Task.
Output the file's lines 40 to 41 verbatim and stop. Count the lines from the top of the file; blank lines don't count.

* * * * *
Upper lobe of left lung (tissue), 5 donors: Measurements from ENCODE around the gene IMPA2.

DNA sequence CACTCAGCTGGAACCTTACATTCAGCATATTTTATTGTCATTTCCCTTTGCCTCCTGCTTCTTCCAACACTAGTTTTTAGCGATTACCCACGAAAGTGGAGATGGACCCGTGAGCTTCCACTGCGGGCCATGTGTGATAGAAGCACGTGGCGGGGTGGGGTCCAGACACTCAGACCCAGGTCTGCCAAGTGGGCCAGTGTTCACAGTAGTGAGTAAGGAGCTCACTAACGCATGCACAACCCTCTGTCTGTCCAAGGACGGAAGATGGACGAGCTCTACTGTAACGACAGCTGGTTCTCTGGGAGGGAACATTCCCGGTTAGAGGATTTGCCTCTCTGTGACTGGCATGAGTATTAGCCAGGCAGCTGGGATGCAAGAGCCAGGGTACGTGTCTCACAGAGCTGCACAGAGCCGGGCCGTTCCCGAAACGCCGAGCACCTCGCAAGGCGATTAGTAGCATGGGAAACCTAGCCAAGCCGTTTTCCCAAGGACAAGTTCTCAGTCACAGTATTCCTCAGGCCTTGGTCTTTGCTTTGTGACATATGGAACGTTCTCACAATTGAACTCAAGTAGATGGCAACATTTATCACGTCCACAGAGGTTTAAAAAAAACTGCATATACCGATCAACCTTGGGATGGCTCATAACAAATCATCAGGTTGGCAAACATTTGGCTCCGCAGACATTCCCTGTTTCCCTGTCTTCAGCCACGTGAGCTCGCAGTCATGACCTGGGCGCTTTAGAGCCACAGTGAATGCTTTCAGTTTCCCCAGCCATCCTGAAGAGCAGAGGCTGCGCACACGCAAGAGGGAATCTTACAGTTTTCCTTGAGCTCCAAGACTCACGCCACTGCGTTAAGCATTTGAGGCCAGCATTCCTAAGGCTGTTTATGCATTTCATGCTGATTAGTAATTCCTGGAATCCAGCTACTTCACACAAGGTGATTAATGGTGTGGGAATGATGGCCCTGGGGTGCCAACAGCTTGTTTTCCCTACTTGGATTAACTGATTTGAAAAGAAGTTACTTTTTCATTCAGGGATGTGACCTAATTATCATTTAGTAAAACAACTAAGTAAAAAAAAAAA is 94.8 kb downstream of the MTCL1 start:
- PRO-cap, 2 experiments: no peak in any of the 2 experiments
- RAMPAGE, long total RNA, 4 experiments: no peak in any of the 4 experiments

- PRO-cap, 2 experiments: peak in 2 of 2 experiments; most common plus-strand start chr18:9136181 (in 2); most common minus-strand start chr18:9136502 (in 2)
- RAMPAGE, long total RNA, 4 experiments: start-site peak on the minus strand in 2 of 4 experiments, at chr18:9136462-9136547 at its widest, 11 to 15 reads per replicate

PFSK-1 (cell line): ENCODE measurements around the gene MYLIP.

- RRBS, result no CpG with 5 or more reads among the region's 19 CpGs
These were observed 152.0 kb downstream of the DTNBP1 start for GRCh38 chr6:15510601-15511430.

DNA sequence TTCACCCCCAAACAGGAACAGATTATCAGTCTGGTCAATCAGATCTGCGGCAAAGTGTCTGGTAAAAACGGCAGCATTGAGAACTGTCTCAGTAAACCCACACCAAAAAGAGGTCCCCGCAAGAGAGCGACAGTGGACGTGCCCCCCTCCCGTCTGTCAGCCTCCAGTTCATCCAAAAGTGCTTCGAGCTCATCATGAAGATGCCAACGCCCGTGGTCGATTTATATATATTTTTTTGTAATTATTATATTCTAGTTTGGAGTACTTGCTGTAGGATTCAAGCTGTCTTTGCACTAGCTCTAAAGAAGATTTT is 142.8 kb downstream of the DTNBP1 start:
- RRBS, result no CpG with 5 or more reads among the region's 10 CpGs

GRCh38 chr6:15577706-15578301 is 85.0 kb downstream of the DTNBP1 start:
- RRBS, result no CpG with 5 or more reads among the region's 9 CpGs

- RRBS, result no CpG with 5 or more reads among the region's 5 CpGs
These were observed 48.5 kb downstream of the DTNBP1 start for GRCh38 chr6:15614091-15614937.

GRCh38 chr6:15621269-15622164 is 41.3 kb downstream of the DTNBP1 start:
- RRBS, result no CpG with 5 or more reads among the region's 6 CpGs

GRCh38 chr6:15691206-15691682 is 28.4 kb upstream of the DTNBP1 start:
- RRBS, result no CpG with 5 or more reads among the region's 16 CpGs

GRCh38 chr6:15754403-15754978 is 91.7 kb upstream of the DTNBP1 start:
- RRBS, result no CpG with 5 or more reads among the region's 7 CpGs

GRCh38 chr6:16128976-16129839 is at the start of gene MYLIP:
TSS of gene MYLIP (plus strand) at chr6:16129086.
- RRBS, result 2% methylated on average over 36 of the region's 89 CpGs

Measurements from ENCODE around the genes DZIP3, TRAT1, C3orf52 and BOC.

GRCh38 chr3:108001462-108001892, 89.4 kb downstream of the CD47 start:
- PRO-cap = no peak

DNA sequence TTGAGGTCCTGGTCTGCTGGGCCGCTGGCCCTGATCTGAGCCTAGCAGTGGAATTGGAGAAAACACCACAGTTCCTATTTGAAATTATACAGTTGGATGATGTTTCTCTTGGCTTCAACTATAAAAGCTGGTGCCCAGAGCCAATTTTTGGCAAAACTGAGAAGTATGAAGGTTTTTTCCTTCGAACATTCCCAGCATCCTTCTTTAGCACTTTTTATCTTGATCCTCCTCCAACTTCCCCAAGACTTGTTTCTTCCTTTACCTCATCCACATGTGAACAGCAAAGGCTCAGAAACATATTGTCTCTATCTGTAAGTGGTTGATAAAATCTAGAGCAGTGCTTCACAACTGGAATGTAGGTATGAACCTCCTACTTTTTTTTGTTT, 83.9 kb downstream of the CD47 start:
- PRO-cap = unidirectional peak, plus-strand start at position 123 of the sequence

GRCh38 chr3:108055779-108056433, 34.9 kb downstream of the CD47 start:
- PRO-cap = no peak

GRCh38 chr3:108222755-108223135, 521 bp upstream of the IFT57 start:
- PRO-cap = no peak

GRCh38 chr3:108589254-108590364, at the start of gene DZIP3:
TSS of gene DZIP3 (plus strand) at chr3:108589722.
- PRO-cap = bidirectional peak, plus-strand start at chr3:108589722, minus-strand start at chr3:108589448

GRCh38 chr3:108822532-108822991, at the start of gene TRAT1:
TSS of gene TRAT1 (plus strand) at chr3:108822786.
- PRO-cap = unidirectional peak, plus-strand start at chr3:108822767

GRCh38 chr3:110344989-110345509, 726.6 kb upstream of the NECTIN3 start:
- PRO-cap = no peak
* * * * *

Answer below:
GRCh38 chr3:110344989-110345509, 726.6 kb upstream of the NECTIN3 start:
- PRO-cap = no peak